The class libraries are used to call our services using recommended best practices. This includes failover configuration to ensure maximum uptime in the event that the primary Service Objects data center is not reachable or is producing unexpected results.

Now that the code has called the Address Validation – US web service, we can set the updated values and return the result to continue normal operation of the default Checkout Module.

Adding custom business logic

Note: In the code mentioned above, we simply check if the Address Validation – US service returned an error. If it did return an error, we will skip updating the address, as there would be nothing to update. This would be a great place to put in some custom business logic that applies to your specific application. For example, if you want to make use of the different DPV values our service returns, you could relay to the front-end user that an address was missing a valid apartment number (if the service returned a DPV 3 or 4). In this case, we are just updating the shipping address, but we could just as easily update the billing address with the following code if desired:

Now that we have returned the updated data in our plugin, the validated shipping information will be saved in the database.

Adding the validated shipping address to the checkout page

Now we can move onto putting in a custom controller that will allow our updated address information to be sent to the front-end, so the updated shipping address is displayed on the final checkout page. To do this we will create a folder called “Controller” in the AddressValidation3 folder, and within the Controller folder, we’ll create another folder called “Shipping”. Under the Shipping folder, we will create a file called Latestdata.php that will be an endpoint called by the front-end to return the updated address information from the database. The folder structure should be as follows:

Within the Lastestdata.php file, we can put the following code that returns a JSON object with the updated address information for the front-end.

This code looks up the updated address information by the active $cardId field and returns the updated shipping address.

For the code to be called, we’ll need to add a call to the controller on the front-end by overriding some of the JavaScript that handles the rendering of the address. To do this we will need to create some more folders and subfolders under the AddressValidation3 folder. Your folder structure should look like the following:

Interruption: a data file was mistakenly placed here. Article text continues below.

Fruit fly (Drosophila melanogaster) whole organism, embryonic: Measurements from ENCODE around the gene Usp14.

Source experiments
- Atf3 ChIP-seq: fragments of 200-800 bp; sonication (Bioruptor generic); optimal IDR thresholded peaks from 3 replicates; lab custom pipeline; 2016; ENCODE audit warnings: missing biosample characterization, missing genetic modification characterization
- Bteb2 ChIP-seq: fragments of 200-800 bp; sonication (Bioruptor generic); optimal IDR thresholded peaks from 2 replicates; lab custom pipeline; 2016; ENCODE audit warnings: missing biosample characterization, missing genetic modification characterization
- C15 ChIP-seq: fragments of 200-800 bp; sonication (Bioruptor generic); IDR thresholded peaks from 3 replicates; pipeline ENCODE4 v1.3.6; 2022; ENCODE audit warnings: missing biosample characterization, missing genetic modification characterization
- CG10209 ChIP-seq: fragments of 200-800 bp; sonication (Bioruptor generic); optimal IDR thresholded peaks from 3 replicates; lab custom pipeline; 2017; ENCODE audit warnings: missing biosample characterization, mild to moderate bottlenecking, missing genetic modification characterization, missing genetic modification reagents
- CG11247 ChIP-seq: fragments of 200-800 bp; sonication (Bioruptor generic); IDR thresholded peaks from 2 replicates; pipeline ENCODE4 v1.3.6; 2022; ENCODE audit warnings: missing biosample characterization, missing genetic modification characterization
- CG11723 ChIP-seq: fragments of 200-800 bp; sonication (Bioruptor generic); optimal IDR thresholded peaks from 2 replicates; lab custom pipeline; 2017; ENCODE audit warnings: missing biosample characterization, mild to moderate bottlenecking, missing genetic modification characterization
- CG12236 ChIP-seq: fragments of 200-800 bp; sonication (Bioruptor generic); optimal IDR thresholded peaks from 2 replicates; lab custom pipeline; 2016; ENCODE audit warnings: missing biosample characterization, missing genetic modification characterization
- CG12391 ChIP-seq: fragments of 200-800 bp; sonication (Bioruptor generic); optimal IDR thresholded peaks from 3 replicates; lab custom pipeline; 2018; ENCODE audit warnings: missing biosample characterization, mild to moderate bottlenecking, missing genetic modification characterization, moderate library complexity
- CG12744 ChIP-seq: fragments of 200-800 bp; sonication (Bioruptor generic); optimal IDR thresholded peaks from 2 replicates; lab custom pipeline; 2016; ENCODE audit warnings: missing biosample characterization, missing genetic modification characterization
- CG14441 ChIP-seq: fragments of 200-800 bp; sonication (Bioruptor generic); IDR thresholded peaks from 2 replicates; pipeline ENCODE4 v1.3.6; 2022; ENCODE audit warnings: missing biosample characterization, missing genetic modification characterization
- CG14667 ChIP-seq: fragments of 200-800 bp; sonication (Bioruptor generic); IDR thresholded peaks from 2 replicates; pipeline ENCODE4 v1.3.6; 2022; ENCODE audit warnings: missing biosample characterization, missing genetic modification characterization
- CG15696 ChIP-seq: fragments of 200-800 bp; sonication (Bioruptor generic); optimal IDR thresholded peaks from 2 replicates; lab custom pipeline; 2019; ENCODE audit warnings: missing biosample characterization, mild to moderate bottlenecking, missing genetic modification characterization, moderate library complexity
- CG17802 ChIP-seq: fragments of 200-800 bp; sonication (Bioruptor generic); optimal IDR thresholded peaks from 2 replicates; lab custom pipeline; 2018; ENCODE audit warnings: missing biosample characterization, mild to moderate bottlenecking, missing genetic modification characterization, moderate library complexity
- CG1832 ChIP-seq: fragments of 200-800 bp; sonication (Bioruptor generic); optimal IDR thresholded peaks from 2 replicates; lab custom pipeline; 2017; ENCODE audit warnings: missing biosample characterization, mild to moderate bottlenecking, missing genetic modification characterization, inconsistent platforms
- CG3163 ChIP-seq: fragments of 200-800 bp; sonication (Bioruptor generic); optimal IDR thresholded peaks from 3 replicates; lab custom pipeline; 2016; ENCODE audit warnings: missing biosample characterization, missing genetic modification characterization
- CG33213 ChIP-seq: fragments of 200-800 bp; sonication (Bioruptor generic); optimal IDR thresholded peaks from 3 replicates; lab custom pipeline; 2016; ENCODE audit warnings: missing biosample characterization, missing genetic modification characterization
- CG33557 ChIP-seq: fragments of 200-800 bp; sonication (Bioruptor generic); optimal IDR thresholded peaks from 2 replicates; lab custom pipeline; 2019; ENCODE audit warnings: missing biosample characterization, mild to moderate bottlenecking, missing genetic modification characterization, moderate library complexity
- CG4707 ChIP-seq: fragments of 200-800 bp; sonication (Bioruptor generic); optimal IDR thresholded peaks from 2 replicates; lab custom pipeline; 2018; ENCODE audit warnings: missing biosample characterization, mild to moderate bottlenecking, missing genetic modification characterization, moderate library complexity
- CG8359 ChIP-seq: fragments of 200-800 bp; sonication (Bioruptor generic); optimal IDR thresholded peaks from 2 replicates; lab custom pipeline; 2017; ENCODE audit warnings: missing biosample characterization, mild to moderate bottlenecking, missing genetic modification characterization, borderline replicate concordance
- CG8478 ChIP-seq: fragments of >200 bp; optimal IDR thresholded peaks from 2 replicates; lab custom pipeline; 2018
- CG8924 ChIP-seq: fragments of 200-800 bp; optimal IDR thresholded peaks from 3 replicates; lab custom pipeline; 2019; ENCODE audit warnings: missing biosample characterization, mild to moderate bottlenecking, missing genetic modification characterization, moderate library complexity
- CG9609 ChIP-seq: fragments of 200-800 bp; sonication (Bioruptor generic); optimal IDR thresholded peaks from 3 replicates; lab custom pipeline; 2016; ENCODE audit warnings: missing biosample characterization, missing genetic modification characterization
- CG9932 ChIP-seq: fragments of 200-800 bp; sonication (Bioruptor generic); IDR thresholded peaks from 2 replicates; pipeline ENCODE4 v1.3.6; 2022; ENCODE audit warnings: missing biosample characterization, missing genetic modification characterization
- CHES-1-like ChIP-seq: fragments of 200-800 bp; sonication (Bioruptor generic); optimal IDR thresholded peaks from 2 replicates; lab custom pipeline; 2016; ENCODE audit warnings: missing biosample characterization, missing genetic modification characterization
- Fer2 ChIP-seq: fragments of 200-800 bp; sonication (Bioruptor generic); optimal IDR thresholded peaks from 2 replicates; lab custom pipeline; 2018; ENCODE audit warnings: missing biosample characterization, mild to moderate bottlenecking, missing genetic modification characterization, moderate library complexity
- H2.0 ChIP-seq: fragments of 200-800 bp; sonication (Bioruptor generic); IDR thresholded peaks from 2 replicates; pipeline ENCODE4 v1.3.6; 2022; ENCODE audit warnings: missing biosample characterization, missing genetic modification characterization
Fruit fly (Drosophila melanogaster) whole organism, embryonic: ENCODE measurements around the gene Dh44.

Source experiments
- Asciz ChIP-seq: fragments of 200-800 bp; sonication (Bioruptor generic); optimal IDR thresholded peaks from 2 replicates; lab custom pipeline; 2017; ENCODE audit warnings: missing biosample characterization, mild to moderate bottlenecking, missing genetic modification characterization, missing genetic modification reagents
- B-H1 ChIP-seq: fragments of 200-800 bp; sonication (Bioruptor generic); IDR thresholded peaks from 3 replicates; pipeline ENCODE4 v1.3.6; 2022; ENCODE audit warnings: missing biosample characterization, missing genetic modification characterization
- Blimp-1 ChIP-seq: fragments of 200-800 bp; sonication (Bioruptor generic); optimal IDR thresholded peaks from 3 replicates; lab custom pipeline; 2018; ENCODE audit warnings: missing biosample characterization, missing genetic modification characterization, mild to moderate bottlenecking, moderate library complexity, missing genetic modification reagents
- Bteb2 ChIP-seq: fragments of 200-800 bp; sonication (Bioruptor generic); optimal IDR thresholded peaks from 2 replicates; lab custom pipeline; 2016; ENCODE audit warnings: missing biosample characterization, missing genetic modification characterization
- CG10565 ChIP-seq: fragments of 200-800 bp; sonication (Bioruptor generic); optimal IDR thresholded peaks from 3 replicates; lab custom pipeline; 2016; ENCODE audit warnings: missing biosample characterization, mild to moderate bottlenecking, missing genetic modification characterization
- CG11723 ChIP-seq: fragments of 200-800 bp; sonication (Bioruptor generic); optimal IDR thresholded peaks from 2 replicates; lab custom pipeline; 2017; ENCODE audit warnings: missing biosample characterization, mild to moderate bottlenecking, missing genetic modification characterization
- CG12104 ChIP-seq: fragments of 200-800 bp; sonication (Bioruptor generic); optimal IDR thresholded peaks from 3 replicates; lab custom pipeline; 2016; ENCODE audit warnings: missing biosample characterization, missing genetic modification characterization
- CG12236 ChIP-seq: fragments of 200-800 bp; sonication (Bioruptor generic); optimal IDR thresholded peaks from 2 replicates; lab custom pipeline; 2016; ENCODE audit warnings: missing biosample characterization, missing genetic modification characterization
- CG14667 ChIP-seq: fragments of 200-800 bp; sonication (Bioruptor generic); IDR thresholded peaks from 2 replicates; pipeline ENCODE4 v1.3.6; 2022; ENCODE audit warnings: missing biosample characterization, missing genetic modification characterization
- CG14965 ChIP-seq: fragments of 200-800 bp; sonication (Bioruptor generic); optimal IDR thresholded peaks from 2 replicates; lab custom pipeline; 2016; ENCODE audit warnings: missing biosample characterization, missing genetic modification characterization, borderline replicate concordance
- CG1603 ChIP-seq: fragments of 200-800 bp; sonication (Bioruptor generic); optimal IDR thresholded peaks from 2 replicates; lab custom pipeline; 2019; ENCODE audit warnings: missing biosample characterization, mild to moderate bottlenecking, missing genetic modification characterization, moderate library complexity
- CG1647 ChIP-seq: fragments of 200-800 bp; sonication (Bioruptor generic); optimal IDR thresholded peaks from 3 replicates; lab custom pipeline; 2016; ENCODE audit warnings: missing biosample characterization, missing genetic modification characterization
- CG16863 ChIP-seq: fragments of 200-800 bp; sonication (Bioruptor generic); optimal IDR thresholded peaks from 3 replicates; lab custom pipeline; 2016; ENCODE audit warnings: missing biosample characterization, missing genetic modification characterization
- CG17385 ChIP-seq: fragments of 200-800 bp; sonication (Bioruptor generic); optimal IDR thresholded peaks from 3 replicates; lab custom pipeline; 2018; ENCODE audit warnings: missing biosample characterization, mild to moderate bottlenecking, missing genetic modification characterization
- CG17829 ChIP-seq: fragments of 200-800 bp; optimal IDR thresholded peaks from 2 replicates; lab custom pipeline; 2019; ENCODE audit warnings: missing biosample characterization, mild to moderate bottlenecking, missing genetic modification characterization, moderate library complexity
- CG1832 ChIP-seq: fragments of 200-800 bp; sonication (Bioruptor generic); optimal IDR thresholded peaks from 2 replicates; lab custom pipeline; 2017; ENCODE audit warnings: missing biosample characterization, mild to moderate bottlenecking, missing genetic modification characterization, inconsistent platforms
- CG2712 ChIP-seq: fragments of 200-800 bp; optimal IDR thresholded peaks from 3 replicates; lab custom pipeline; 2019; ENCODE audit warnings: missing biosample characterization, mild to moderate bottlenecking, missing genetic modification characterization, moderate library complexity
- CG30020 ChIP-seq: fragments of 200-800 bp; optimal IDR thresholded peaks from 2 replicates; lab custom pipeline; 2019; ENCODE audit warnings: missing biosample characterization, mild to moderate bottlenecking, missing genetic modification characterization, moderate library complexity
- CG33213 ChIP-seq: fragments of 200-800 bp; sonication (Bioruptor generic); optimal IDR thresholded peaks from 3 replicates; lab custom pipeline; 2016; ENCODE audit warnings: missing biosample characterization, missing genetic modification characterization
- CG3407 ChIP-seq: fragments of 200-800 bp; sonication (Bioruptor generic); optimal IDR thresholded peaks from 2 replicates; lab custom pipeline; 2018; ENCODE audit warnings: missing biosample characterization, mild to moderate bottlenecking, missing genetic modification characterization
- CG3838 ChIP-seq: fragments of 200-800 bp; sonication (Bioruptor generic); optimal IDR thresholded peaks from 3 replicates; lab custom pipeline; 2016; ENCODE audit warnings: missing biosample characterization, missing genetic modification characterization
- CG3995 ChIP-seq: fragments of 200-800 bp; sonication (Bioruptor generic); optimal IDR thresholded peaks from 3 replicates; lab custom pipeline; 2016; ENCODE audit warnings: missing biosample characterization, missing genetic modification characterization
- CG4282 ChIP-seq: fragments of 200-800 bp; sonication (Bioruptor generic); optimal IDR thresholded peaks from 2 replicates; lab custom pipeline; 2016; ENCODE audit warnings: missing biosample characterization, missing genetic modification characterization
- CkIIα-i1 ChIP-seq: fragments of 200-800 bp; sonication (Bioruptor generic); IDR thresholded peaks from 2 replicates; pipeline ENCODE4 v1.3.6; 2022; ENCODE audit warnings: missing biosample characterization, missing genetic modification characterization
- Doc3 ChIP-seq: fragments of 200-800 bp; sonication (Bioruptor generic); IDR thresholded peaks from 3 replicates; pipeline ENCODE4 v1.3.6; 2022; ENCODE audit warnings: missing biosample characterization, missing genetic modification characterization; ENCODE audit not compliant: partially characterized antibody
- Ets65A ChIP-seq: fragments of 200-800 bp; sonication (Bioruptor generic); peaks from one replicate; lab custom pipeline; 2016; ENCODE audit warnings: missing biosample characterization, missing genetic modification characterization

The requires-config.js file is under the front-end folder and tells Magento what default .js file that we want to overwrite. In this case, it is the default.js file under the shipping-save-processor folder. The requires-config.js file should contain the following contents for our tutorial:

In the updated default.js file we have in our project, we’ll add the following bit of code that will call the custom controller we just created and set the shipping address on the output.

Let’s give it a test drive!

Now that we have everything in place, we’re ready to install the custom module and show off the results! To install the custom module, place the custom module in the app/code/ directory of your Magento instance and run the “bin/magento setup:upgrade” command to have Magento install it. If everything goes smoothly, your module is ready to test out! To do this, we’ll just do a quick order of one of the default products that come with the sample data installation of Magento. On the shipping address screen, we’ll enter Service Object’s office address that will include some errors and unstandardized versions of the address.

After we select Next and go to the next screen, we will see that the input address we had has been corrected and standardized in the checkout screen. Notice the correction to the city, zip code and street name correction.

Voilà! Now we have some validated address info on the output and our custom Magento module is finished! As mentioned earlier in the tutorial, it can be downloaded here. Your specific integration will likely be different and may require some special consideration; please reach out to us if you have any questions and we’ll be happy to make recommendations for your specific integration needs!